Barbara Hulanicki and her husband, Stephen Fitz-Simon, created one of London's hottest labels in the Sixties — Biba — and their store on Kensington High Street became a hangout for the hip.
Swinging London is remembered for its free spirit and innovation, and Hulanicki had a front-row seat. Her 1983 autobiography "From A to Biba" is being rereleased this month as part of a series of fashion books published by V&A Publications, a unit of the Victoria and Albert Museum in London. In North America, it is distributed by Harry N. Abrams Inc. and will sell for $15.95.
Hulanicki wrote a new foreword for this edition, in which she looked back on the spontaneity and energy of the Sixties. She and her husband kept the label going for 12 years and catered to the era's icons, including David Bowie, Twiggy and Marianne Faithful.
"I look back to the Sixties with great fondness," Hulanicki recalled over tea at Soho House in Manhattan's Meatpacking District. "It was me and my husband, and he did the business side. It was such a free time, and we were doing business without investors."
The book is inscribed "To all Optimists, Fatalists and Dreamers," and, in a way, it sums up who she was. A Polish native who was raised in the U.K., Hulanicki had worked as a freelance fashion illustrator, going to the collections and sketching for the likes of British Vogue, the Times of London, and WWD, before founding Biba in 1964. Hulanicki's Web site, barbarahulanickidesign.com, says that a pink gingham dress with a round hole in the back and a matching head scarf put the label on the map, and the rest became fashion history.
"The young market was so strong and it had suffered so much under their parents that it was all rebellion," Hulanicki said. "They had just enough money for a bedsit [a one-room apartment], a Biba dress and a party."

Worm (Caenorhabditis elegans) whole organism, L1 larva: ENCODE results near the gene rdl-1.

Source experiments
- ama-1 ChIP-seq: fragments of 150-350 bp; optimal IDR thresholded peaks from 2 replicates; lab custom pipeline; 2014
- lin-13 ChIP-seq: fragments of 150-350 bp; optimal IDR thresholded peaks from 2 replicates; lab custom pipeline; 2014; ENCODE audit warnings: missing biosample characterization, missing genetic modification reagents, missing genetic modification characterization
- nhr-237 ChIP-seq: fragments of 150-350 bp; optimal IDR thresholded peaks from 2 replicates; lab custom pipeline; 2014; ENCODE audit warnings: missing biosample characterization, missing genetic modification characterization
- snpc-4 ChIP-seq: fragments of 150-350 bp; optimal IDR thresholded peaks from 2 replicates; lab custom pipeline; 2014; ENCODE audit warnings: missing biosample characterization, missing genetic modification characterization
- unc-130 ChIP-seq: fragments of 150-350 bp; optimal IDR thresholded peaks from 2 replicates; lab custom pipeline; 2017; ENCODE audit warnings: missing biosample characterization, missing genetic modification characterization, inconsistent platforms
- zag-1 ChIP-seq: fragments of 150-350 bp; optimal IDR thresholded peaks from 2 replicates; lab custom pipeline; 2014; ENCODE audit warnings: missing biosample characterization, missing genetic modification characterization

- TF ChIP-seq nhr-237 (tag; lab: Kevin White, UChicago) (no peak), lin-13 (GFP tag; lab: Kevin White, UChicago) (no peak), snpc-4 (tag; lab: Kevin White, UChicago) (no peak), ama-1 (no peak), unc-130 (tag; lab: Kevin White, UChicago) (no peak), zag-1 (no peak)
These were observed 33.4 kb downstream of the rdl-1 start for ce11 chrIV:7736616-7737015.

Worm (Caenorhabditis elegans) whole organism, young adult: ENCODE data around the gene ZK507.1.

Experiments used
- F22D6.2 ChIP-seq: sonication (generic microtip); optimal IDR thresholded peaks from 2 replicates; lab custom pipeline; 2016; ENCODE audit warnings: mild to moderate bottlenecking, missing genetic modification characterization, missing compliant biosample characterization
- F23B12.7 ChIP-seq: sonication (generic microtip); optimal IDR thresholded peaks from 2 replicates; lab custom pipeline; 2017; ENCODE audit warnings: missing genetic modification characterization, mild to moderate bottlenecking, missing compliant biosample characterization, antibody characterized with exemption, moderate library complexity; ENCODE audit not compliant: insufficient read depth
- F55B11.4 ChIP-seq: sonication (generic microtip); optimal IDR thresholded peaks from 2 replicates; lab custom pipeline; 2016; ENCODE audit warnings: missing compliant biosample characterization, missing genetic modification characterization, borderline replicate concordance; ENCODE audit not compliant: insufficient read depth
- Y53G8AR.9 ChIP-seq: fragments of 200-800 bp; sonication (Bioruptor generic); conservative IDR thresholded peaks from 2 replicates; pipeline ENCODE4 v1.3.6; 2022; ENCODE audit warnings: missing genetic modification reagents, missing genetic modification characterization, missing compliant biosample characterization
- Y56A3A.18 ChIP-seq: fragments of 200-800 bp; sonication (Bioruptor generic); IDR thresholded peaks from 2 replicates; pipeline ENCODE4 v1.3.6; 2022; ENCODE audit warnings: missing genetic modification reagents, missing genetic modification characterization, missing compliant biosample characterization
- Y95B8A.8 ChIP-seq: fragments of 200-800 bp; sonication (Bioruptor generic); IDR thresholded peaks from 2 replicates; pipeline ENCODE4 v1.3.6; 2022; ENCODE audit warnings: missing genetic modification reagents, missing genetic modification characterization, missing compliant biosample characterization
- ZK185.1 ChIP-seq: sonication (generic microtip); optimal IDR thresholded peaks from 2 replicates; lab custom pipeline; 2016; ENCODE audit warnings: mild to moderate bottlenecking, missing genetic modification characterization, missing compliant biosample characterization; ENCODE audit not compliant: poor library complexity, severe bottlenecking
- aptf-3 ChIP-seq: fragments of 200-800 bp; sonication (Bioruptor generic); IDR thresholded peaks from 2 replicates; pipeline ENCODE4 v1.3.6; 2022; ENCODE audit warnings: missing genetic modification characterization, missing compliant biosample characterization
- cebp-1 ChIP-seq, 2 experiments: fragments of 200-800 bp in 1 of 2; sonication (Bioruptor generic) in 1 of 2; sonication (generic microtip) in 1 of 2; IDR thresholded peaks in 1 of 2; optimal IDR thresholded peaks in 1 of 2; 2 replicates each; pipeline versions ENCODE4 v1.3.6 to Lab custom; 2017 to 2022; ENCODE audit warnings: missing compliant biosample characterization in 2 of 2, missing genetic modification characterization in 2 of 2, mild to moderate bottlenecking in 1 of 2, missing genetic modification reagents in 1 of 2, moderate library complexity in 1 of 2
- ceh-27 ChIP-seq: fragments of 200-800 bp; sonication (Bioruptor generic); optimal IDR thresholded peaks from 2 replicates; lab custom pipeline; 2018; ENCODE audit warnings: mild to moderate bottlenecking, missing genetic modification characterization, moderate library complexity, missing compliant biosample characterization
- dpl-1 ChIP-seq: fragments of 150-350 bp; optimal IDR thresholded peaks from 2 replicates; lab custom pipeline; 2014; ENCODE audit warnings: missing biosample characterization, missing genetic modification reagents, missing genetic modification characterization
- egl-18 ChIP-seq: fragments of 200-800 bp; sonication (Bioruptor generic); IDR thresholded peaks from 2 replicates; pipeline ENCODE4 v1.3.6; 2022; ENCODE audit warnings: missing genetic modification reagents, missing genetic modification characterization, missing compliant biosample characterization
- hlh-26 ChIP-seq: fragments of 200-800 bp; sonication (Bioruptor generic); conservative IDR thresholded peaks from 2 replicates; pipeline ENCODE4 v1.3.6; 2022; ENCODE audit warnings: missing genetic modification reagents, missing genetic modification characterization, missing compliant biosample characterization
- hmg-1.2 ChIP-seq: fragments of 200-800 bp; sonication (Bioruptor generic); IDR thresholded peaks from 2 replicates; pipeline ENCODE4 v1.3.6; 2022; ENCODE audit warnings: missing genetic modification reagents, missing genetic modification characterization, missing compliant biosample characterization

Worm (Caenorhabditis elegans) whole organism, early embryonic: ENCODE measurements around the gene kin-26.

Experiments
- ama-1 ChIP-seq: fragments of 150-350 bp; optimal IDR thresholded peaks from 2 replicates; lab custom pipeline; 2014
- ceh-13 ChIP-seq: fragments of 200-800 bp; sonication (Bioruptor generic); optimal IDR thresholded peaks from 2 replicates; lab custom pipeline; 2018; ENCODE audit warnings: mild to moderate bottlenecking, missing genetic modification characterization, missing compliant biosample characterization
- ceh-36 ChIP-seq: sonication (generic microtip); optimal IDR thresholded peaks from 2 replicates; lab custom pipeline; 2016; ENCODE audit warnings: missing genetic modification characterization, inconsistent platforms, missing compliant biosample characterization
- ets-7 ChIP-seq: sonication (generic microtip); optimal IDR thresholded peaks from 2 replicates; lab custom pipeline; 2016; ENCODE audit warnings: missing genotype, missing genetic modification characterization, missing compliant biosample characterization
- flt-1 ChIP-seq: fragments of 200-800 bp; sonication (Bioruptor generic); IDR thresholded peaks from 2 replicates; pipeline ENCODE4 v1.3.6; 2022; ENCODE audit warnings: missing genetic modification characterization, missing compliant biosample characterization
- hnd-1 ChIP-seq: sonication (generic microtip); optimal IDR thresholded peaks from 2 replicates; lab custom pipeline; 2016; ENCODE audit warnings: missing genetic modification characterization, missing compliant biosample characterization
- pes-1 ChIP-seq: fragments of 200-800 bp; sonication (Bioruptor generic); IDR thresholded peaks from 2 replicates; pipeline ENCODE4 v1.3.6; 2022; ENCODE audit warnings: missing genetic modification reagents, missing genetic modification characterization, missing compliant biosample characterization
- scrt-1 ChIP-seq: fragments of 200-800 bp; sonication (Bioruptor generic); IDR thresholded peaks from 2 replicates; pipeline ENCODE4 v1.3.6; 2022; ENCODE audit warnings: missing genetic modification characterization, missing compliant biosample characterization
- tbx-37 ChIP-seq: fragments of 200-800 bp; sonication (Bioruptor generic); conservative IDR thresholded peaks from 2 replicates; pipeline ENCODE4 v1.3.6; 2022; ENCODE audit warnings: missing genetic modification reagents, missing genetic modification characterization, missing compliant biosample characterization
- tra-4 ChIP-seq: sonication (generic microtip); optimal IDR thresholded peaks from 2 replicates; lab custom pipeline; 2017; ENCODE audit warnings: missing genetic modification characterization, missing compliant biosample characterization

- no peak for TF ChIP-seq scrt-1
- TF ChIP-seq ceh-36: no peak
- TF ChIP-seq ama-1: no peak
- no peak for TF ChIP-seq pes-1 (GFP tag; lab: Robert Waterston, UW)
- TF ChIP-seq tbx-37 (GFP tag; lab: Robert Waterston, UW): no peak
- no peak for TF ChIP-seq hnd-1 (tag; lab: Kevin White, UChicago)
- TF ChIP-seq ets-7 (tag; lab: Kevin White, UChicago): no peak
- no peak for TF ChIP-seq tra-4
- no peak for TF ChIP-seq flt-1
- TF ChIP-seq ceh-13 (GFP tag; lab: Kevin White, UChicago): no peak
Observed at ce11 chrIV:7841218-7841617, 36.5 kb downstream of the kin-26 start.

And boy, did the party spread. Before she knew it, Hulanicki and Fitz-Simon, who died in 1997, were selling their merchandise to Bergdorf Goodman, Macy's, Bloomingdale's and independent retailers.
"It was a big party, day and night, but you did work all the time," Hulanicki recalled of the era. "But it wasn't as druggy as people make it out to be. It was some pot smoking, maybe a bit of LSD, but there was no cocaine. But the pot was very strong."Reversals forced Hulanicki and Fitz-Simon to close the business in 1976, but she doesn't appear to have any regrets. Hulanicki wants new readers to realize "just how much you can do with the energy and a will," she said. "You can break through. You can do things you really want to do, and with a good partner, you can work, and keep laughing."
There have been multiple attempts to relaunch Biba, most recently with Bella Freud, who left in June. Manny Mashouf, chairman and founder of the fashion retailer Bebe, took a 60 percent stake in the Biba label in July.
Of the revival efforts, Hulanicki said, "I think they're bonkers. It was something that was very much of a period. Now, they keep doing expensive things for Biba. That's not what it was about. It should be like an H&M or a Topshop. But I am watching it with real interest, because this is the first time that somebody who knows how to manufacture is involved."
Hulanicki now lives in Miami and designs hotel interiors, working with Chris Blackwell and his Island Outpost Group on Miami projects such as the Marlin, the Cavalier and the Leslie hotels, as well as the Pink Sands resort in the Bahamas. She may have swapped garments for interiors but she still keeps a close watch on fashion, and one of her pastimes is taking in the collections on Fashion TV.
"They should stop doing big buttons everywhere," she chuckled. "And I don't understand how many bags you can have. With my mother, it was the sable coat, now it's the shoes and handbags that really make the statement."
That said, she has even caught the fashion bug herself again. This December, Hulanicki will launch the Hula collection for the Home Shopping Network. It will include tunics, Russian shirts, sequined scarves, printed T-shirts and accessories like quilted handbags, scarves and flip-flops. Price points haven't been determined yet but she can't wait to experience selling on television.
"I like the idea of what it can be," she said. "It's so instant. If you f--- up, you know it immediately."
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